These perspectives can develop due to personal insecurities, distrust of your partner, and difficulty accepting adverse events. This is where you may start to feel that you and your partner are adversaries rather than teammates, or perhaps you no longer feel hopeful about the relationship’s future. This filter can also lead to difficulty addressing issues head-on, so you may want to change yourself or your partner to mask the underlying insecurities or issues causing anxious thoughts.
4. The Worry Wart
One of the most common signs of overthinking is unhelpful thinking patterns, such as an incessant stream of worrying or anxious thoughts. Overthinkers often obsess over past events, conversations, interactions, or events, dissecting them for hours or even days to decipher their meaning. Similarly, they may feel anxious about the future, plan and specify every possible outcome and potential problem, and visualize worst-case scenarios and “What ifs.”
5. The Indecisive One
Overthinkers usually struggle to make decisions, even regarding simple choices. This is because they’re often paralyzed by the fear of making the wrong choice, leading to indecisiveness. They ponder all the potential consequences, frequently leading to decision-making paralysis, as they attempt to forecast every possible outcome.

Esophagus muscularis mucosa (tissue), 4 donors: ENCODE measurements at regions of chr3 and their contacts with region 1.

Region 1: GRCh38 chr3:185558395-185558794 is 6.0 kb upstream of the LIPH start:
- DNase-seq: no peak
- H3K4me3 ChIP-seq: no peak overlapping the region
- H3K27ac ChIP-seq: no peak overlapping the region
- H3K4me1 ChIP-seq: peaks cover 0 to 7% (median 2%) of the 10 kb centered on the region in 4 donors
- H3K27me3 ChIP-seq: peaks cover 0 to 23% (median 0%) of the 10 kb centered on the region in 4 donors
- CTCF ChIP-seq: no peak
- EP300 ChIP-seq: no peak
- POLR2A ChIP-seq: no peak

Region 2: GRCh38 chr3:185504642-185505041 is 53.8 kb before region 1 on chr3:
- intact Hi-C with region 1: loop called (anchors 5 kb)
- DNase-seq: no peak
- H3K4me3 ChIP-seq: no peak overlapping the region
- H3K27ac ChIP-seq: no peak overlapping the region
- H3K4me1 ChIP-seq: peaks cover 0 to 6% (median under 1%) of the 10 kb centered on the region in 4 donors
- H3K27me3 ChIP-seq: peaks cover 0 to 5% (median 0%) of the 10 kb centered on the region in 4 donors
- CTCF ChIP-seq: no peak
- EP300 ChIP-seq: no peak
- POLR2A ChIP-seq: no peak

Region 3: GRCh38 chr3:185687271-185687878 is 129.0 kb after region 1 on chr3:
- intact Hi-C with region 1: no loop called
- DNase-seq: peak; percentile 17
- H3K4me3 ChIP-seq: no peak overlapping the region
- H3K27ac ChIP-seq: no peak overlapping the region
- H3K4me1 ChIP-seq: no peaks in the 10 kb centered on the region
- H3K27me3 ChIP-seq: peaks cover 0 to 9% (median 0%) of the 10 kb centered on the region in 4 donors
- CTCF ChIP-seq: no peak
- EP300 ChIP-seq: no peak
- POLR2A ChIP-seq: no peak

What makes people overthink things?
Insecurities in the relationship can fuel overthinking due to perceived differences in communication, affection, and commitment or personal insecurities due to low self-esteem or discomfort with security, vulnerability, or closeness to others. These difficulties don’t happen overnight. They usually originate from past attachment injuries caused by early caregivers, friends, a past relationship, or other people, which can make connection feel unsafe or unfamiliar.